|People are often reluctant to intervene, worrying their input could make things worse. Perhaps it can feel tricky to know what the right thing is to say. The International Association of Suicide Prevention (IASP) has created a short film called ‘Step Closer’ which harnesses an encouraging message of how connections and connecting to others can be one of the simplest ways to support someone who is experiencing suicidal thoughts. You can watch the film here. It is only 1 minute 52 seconds long. |
Learn the signs
There are signs we can look out for when it comes to suicide. Emergency signs include someone threatening to hurt themselves or talking of wanting to die. Warning signs may include hopelessness, withdrawing, an increase in anxiety, agitation, or an increase in risk-taking activities. If someone is acting out of the ordinary, one of the most supportive things we can do is notice this and support that person to get the help they need.
Know how to help
The campaign ‘Take 5 to Save Lives’ suggests the following steps:
- Ask if the person is thinking about suicide. Be direct, using statements which are not fluffy. Ask “have you had thoughts of suicide?”, “have you thought about when you would do it?” and “do you ever feel so bad that you think about suicide?” This can be a difficult conversation to launch in to. How about starting with: “you haven’t seemed like yourself recently – is anything going on?”, or “I’m worried about you, are you okay?”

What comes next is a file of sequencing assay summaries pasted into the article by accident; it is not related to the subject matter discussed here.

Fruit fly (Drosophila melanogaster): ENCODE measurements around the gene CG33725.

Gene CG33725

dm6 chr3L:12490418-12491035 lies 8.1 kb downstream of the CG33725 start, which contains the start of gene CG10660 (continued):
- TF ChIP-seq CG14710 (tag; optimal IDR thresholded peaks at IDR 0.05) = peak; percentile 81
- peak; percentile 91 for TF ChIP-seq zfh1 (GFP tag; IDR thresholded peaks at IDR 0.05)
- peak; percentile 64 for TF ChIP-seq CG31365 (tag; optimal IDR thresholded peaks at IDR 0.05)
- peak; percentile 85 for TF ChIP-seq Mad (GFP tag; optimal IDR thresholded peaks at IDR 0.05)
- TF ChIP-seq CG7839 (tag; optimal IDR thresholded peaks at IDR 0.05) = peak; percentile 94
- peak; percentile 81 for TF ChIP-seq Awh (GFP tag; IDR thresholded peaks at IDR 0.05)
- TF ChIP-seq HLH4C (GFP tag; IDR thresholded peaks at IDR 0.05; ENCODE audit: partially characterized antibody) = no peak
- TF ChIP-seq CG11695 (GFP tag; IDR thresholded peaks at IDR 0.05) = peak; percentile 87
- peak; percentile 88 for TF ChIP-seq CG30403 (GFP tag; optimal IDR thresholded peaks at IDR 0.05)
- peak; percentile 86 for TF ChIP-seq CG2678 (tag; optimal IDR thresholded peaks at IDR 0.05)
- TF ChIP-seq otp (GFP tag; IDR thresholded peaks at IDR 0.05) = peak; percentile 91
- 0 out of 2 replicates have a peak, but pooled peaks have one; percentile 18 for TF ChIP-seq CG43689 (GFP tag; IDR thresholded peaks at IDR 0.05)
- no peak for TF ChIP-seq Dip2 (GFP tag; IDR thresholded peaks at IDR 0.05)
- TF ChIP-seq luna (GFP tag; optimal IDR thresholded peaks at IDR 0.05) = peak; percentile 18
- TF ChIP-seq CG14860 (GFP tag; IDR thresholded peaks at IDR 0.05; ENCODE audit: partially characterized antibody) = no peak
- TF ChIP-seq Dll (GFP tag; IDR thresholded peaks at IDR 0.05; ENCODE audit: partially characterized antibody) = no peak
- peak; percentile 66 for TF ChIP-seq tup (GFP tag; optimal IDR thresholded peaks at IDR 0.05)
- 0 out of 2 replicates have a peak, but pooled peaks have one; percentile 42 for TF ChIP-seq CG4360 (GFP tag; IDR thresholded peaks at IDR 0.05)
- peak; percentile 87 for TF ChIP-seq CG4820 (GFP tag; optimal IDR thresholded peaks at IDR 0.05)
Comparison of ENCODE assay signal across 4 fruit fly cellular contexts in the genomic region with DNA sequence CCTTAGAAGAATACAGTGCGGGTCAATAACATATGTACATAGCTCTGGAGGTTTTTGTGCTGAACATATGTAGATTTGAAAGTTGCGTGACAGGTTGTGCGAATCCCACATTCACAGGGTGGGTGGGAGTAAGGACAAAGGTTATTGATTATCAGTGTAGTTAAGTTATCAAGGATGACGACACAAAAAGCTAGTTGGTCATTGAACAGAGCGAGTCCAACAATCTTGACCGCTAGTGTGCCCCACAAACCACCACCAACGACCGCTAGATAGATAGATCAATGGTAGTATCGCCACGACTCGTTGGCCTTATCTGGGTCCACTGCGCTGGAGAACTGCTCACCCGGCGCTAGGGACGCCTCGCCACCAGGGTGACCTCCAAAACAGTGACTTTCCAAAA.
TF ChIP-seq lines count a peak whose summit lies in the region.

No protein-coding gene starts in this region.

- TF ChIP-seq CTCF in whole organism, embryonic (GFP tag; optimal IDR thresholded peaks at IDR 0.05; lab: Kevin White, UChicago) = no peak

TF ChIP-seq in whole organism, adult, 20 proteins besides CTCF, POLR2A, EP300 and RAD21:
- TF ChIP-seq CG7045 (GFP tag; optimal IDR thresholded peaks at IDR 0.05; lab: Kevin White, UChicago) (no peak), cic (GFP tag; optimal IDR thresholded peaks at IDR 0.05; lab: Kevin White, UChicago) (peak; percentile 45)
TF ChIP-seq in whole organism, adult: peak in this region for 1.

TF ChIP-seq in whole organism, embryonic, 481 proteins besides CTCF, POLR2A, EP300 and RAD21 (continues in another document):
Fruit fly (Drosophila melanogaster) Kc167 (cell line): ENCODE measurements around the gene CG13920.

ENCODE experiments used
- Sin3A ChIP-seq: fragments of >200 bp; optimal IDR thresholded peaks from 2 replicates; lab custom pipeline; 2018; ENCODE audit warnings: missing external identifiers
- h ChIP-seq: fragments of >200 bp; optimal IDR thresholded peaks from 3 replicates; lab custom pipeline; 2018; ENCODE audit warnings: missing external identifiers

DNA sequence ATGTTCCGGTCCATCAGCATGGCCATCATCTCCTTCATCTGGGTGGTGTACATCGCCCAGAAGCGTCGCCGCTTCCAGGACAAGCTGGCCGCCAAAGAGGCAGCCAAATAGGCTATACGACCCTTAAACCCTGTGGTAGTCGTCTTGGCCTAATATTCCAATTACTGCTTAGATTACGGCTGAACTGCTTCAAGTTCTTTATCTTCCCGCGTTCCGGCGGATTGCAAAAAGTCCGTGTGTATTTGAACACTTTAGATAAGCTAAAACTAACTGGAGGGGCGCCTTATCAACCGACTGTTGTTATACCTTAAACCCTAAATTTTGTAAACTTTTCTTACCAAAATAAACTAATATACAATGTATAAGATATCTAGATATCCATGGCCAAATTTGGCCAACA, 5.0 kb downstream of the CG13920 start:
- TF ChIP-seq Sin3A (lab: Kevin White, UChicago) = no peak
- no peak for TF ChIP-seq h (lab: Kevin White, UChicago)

- Listen without judgement. Let the person talk without interruption and make them feel heard. Avoid minimising, shaming, sharing your opinion, arguing or challenging the person, preaching or prophesying and making promises. Let the person speak and make them feel heard.
- Respond with kindness and care. Always take the person seriously. Stay calm, acknowledge the pain the person is experiencing as real. Convey care, stay and be with the person while they need you. Supportive statements such as, “I may not understand exactly how you feel, but I care about you and want to help”, are useful here.
- Follow-up with the person and support where you can; but not above your ability. If someone is considering taking their life, it will be important for crisis intervention services to take the lead. Their feelings and their responses are not your sole responsibility. You can continue to ask, listen and respond, where helpful.